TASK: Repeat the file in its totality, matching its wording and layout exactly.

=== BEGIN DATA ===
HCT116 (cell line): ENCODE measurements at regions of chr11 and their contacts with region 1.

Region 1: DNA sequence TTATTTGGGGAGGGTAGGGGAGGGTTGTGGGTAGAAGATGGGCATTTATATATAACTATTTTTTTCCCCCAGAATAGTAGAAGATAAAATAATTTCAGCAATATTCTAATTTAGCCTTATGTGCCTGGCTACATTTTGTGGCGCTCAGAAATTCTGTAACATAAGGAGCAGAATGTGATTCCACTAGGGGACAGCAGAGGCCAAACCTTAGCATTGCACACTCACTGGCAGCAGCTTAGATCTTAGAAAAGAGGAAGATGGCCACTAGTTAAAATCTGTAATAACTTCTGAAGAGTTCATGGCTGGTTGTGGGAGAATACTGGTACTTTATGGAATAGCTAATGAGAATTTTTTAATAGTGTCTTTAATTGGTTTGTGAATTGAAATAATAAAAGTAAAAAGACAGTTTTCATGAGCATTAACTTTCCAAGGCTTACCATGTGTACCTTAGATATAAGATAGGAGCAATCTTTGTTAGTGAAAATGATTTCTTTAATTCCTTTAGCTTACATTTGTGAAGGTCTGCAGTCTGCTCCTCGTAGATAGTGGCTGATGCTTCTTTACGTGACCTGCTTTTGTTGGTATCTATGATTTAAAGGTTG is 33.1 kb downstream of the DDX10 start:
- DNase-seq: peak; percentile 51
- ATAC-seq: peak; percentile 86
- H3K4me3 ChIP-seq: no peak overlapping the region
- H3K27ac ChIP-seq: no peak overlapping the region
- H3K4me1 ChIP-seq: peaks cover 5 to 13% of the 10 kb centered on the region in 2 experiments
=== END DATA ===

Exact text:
HCT116 (cell line): ENCODE measurements at regions of chr11 and their contacts with region 1.

Region 1: DNA sequence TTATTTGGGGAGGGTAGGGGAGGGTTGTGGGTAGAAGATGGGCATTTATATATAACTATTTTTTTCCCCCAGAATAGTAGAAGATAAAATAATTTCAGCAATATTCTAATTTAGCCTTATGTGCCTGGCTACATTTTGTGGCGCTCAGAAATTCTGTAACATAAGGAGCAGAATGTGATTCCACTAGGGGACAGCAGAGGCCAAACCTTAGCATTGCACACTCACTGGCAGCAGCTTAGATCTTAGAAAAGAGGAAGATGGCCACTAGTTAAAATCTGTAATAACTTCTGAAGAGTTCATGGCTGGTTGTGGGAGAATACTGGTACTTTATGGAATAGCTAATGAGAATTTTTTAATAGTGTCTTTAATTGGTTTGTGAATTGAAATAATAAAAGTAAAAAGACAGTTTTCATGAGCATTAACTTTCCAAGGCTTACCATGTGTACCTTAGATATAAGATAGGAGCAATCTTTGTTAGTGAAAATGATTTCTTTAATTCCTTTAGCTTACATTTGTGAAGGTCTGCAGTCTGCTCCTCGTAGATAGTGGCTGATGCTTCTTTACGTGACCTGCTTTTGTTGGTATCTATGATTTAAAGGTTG is 33.1 kb downstream of the DDX10 start:
- DNase-seq: peak; percentile 51
- ATAC-seq: peak; percentile 86
- H3K4me3 ChIP-seq: no peak overlapping the region
- H3K27ac ChIP-seq: no peak overlapping the region
- H3K4me1 ChIP-seq: peaks cover 5 to 13% of the 10 kb centered on the region in 2 experiments